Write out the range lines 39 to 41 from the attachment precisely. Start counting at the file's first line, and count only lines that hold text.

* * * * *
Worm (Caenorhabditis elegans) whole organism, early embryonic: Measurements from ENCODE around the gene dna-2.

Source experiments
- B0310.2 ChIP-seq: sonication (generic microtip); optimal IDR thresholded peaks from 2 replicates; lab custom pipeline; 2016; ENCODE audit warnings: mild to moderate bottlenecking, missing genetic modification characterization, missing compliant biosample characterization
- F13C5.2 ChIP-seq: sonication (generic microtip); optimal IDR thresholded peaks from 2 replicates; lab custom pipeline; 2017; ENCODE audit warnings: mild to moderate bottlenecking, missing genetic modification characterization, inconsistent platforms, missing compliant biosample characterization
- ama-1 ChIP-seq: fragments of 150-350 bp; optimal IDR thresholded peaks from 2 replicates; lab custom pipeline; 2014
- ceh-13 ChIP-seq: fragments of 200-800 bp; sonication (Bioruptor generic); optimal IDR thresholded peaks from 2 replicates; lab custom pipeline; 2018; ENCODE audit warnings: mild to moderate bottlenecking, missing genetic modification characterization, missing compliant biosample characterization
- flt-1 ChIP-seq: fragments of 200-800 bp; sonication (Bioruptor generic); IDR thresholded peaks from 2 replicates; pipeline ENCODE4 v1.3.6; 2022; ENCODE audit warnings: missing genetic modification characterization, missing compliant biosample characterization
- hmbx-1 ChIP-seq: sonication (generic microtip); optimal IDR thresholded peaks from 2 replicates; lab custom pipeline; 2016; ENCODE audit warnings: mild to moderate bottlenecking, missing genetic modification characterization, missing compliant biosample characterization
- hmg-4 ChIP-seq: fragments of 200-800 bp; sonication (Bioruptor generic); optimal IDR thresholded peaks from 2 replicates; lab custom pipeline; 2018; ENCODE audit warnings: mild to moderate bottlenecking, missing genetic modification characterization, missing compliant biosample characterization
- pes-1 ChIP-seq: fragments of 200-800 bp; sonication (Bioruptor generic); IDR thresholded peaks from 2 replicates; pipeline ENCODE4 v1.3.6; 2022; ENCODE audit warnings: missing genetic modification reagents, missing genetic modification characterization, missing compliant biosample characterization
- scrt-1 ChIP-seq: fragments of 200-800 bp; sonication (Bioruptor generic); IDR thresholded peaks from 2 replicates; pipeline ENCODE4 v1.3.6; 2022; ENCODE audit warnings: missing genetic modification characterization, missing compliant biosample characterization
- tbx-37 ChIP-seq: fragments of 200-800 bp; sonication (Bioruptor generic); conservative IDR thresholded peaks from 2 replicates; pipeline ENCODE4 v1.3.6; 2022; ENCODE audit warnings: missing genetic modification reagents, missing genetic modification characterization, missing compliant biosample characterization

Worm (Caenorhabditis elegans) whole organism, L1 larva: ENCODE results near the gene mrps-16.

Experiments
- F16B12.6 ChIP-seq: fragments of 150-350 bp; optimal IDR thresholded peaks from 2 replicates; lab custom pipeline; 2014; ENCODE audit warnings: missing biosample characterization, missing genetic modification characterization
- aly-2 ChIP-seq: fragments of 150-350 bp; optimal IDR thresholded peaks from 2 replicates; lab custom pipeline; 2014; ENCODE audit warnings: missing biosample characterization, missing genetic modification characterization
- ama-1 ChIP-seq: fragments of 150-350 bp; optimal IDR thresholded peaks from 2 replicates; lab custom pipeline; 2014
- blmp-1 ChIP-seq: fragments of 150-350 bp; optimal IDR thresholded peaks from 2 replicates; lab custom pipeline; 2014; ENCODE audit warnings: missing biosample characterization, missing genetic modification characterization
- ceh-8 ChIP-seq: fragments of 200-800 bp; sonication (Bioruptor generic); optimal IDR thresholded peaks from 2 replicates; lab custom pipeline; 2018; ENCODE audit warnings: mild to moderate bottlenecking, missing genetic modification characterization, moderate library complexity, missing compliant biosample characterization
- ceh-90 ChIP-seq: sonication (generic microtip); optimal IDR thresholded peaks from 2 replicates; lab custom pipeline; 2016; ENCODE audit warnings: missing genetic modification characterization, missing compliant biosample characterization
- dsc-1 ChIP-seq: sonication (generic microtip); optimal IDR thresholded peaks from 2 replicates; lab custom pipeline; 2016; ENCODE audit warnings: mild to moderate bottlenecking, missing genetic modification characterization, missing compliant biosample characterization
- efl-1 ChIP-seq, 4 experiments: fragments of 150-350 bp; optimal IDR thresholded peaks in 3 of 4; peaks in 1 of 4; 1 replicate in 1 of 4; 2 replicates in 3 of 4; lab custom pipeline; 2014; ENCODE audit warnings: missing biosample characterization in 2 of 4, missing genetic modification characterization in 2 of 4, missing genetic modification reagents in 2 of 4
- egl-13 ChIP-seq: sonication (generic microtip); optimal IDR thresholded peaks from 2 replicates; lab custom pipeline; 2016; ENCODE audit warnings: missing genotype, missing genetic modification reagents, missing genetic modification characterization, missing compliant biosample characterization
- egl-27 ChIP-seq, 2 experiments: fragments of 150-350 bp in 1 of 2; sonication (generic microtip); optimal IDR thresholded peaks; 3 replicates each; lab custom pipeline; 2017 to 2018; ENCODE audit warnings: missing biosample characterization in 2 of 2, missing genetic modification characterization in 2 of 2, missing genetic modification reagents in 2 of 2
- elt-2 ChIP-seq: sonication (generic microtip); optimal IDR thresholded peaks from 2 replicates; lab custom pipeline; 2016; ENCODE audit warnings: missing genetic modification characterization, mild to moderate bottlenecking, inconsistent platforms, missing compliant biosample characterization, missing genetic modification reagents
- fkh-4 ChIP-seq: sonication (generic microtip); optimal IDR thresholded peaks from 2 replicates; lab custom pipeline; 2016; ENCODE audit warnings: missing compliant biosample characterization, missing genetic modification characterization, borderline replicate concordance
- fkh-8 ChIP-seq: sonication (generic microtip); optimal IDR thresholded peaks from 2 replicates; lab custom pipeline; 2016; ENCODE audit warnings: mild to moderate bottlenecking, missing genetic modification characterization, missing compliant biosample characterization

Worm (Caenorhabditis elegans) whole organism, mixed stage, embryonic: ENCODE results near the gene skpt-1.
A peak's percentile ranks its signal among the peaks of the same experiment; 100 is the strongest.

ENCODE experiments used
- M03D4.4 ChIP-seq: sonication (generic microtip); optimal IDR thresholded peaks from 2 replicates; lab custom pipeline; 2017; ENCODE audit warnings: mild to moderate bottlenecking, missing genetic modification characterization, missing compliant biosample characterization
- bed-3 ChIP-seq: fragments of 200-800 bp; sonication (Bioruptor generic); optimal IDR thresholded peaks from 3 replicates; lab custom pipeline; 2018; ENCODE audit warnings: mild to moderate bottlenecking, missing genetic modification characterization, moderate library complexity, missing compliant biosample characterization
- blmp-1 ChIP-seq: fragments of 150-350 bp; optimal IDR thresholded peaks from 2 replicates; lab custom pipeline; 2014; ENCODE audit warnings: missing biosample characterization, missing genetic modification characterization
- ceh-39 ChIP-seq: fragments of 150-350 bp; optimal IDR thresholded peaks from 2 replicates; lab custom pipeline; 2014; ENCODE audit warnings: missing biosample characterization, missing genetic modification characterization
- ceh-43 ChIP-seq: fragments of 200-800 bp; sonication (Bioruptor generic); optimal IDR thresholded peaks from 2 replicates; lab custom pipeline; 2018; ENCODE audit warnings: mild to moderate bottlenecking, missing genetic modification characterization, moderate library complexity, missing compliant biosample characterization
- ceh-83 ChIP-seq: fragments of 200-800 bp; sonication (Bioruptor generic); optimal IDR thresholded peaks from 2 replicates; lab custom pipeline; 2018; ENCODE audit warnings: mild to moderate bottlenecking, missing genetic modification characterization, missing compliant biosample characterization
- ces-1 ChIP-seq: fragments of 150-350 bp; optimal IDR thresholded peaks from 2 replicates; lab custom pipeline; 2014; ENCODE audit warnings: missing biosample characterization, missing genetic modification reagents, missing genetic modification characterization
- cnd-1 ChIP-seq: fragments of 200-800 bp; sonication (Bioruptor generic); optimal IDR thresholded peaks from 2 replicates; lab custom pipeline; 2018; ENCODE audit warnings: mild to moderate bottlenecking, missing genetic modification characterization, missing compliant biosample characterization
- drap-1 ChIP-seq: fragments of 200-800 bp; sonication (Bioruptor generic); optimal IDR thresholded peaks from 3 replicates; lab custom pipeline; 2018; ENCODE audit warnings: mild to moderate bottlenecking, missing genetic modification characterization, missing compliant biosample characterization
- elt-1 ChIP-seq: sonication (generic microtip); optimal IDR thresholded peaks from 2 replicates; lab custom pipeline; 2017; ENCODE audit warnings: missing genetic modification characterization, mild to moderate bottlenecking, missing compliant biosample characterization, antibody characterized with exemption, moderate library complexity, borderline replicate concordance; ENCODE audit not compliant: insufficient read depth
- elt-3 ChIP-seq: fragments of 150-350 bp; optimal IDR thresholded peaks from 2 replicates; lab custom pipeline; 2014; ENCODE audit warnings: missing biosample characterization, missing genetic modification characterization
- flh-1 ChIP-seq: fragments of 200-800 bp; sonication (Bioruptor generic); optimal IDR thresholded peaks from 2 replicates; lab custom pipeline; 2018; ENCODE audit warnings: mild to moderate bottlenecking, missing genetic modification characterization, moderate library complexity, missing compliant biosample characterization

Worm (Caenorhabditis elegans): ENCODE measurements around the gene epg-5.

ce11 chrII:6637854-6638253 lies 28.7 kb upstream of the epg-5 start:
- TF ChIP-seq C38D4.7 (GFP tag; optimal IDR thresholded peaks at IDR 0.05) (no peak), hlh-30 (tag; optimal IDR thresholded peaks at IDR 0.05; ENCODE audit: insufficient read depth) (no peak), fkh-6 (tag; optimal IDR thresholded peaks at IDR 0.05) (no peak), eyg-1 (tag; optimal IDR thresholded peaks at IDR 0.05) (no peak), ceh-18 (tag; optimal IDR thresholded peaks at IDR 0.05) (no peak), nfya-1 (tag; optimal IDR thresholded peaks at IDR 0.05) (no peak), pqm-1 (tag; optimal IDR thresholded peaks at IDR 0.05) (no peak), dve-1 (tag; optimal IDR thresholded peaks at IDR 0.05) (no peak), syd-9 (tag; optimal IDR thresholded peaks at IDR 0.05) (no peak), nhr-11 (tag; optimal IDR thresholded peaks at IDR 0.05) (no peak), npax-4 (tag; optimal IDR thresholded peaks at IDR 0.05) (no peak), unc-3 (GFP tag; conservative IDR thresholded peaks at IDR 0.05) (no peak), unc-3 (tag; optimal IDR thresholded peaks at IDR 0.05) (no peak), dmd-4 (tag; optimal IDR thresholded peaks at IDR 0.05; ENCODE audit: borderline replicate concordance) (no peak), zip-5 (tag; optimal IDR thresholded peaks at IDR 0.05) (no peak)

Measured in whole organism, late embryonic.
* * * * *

- drap-1 ChIP-seq: fragments of 200-800 bp; sonication (Bioruptor generic); optimal IDR thresholded peaks from 3 replicates; lab custom pipeline; 2018; ENCODE audit warnings: mild to moderate bottlenecking, missing genetic modification characterization, missing compliant biosample characterization
- elt-1 ChIP-seq: sonication (generic microtip); optimal IDR thresholded peaks from 2 replicates; lab custom pipeline; 2017; ENCODE audit warnings: missing genetic modification characterization, mild to moderate bottlenecking, missing compliant biosample characterization, antibody characterized with exemption, moderate library complexity, borderline replicate concordance; ENCODE audit not compliant: insufficient read depth
- elt-3 ChIP-seq: fragments of 150-350 bp; optimal IDR thresholded peaks from 2 replicates; lab custom pipeline; 2014; ENCODE audit warnings: missing biosample characterization, missing genetic modification characterization